Monthly Archives: March 2022

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Some thoughts about the use of cloud services and web APIs in social science research

In the recent weeks I’ve collaborated on the online book APIs for social scientists and added two chapters: a chapter about the API and a chapter about the GitHub API. The book seeks to provide an overview about web or cloud services and their APIs that might be useful for social scientists and covers a wide range from text translation to accessing social media APIs complete with code examples in R. By harnessing the GitHub workflow model, the book itself is also a nice example of fruitful collaboration via work organization methods that were initially developed in the open source software community.

While working on the two chapters and playing around with the APIs, I once again noticed the double-edged nature of using web APIs in research. It can greatly improve research or even enable research that was not possible before. At the same time, data collected from these APIs can inject bias and the use of these APIs may cause issues with research transparency and replicability. I noted some of these issues in the respective book chapters and I’ve written about them before,[1]See this article in WZB Mitteilungen (only in German) together with Jonas Wiedner. but the two APIs that I covered for the book provide some very practical examples of the main issues when working with web APIs and I wanted to point them out in this blog post.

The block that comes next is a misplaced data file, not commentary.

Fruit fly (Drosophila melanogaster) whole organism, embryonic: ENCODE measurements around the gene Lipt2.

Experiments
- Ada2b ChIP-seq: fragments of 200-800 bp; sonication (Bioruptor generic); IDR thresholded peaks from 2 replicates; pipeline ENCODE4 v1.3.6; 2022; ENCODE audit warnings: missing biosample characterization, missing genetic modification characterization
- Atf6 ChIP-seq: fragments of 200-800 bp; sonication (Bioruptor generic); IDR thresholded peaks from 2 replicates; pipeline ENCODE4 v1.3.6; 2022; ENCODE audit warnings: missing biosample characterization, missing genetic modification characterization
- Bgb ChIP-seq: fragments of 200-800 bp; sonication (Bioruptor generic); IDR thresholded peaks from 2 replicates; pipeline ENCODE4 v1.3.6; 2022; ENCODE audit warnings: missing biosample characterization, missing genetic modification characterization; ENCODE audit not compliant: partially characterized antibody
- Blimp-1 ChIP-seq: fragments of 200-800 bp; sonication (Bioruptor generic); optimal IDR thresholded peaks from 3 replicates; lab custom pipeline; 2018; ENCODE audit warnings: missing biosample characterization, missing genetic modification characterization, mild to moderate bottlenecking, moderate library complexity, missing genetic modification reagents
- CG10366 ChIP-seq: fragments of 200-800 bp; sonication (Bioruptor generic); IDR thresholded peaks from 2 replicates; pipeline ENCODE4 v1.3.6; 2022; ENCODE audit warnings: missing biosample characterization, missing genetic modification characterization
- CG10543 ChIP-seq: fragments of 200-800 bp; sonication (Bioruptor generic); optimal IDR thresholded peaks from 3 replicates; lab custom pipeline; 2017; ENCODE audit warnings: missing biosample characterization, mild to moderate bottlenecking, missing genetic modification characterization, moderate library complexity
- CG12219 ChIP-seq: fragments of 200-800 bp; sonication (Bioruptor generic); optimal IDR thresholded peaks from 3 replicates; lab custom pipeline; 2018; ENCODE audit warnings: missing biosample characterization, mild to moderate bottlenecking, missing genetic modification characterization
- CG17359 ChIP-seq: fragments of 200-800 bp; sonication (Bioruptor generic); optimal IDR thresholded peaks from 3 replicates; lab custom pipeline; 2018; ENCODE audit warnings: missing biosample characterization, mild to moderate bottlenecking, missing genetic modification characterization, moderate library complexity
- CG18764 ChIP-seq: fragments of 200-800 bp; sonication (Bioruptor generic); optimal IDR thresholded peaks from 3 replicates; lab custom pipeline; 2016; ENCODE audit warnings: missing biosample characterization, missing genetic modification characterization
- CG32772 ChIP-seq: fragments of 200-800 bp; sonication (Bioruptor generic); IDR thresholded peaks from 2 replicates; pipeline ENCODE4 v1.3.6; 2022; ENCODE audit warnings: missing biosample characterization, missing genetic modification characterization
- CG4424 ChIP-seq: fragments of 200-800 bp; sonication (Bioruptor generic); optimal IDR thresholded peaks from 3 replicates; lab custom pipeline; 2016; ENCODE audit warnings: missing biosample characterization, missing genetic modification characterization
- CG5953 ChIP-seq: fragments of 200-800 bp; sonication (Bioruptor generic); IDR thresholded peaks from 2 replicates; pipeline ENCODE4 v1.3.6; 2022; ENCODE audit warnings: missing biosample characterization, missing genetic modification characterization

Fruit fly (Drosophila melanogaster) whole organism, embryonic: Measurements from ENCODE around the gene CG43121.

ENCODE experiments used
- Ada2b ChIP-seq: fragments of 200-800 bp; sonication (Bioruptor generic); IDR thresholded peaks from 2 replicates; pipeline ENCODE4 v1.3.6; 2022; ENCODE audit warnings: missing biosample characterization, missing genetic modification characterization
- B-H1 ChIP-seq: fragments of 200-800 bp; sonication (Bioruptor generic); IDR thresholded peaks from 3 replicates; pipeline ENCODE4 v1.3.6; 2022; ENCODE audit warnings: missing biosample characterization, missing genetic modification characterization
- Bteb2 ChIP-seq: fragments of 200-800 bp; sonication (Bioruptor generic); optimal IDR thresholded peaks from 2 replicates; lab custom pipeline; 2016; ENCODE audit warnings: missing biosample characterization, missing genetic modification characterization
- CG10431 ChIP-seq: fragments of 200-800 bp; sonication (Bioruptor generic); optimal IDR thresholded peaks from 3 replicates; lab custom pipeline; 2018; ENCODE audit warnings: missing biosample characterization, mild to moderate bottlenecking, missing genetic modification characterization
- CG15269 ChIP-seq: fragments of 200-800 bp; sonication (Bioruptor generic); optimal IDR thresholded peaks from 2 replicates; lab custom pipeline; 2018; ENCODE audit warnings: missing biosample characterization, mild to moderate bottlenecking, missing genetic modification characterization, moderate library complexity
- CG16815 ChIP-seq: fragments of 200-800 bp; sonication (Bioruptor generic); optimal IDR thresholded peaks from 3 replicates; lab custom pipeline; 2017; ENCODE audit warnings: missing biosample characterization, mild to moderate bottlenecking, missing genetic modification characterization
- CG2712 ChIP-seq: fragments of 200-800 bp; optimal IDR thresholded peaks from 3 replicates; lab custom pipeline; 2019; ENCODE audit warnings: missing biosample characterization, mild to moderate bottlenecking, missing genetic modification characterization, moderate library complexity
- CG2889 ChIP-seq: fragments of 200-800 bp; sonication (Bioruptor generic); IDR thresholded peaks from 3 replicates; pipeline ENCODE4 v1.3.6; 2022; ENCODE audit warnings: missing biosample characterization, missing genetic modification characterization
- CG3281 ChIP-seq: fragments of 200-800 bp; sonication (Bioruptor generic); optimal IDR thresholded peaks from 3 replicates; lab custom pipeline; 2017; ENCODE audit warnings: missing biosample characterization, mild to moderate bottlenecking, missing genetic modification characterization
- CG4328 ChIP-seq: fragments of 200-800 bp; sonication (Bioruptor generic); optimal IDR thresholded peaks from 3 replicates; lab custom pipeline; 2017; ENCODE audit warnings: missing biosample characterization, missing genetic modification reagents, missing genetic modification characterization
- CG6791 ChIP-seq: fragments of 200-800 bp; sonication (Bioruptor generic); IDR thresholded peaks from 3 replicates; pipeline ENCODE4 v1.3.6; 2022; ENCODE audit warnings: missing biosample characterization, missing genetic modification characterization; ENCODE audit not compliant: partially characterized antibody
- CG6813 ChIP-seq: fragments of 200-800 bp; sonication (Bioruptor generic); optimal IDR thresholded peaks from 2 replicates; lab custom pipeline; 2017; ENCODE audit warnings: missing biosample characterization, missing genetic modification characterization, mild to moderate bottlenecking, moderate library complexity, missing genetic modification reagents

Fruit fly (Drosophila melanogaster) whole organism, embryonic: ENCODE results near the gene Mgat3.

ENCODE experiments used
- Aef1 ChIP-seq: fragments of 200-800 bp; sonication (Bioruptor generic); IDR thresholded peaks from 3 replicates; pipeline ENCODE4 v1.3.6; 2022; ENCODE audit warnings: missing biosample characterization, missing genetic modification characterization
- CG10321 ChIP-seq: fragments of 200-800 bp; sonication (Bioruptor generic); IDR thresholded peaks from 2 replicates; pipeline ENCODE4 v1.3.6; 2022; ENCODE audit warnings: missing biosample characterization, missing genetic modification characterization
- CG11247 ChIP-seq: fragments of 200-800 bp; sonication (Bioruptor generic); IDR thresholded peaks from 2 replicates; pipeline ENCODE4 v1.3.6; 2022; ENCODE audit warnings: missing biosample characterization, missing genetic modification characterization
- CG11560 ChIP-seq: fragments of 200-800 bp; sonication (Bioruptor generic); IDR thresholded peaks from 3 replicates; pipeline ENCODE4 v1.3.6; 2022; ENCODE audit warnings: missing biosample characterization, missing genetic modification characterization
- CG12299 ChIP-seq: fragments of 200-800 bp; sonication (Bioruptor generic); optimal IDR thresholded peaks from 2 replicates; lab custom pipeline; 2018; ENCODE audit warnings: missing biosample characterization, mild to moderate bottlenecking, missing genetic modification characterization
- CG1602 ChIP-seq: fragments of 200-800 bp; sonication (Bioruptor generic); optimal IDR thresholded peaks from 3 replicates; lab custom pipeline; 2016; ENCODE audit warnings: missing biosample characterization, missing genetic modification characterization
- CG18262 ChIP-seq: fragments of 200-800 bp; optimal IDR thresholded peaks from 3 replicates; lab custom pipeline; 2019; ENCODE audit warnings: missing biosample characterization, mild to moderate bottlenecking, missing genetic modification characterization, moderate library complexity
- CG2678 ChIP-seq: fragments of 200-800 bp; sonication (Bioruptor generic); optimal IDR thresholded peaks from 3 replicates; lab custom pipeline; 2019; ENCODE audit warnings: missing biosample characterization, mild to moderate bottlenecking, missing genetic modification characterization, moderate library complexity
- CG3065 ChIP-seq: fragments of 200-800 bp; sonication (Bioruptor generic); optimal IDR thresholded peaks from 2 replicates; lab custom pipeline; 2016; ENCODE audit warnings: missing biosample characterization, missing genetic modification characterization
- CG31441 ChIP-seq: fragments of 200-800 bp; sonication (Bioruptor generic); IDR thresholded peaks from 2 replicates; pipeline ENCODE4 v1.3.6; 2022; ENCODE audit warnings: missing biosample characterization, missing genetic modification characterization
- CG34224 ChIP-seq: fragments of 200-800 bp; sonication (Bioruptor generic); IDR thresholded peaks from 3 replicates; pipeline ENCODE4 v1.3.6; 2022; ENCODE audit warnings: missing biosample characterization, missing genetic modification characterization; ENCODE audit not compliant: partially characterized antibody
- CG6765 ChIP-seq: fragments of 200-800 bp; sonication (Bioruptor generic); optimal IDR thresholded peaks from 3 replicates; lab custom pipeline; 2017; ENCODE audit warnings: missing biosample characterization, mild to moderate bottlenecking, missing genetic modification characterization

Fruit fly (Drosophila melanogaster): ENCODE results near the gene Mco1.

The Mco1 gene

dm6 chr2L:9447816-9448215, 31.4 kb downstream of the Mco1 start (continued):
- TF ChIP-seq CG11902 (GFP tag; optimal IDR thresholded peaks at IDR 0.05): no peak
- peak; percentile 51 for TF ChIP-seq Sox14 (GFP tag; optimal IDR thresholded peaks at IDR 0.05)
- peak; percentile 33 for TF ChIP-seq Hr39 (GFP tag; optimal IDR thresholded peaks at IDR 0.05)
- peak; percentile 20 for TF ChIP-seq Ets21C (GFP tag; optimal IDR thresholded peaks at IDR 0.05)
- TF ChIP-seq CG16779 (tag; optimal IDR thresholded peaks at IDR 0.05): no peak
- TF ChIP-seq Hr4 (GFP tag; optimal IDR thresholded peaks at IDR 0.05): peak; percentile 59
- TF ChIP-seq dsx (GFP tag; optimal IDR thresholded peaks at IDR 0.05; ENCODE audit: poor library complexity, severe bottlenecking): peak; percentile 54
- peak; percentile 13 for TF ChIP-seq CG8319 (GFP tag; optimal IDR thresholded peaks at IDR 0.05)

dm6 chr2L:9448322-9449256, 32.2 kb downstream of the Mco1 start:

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Continuous Integration testing with GitHub Actions using tox and hypothesis

I recently published a major update for the Python tmtoolkit package for text mining and topic modeling. Since it is a fairly large research software package, I’m using a Continuous Integration (CI) system for automated testing on different platforms. This system makes sure that every code update that is pushed to the software repository is automatically checked by running the test suite on all three major operating systems (Linux, MacOS, Windows). For the recent update of tmtoolkit, I decided to move the CI system from Travis CI to GitHub Actions (GHA) since GHA is directly integrated into GitHub and easy to set up. Still, there are some obstacles to overcome so this short post shows how to set up GHA for a Python project with a few extra requirements such as installing system packages on the test runner machine or running tests with tox and hypothesis.

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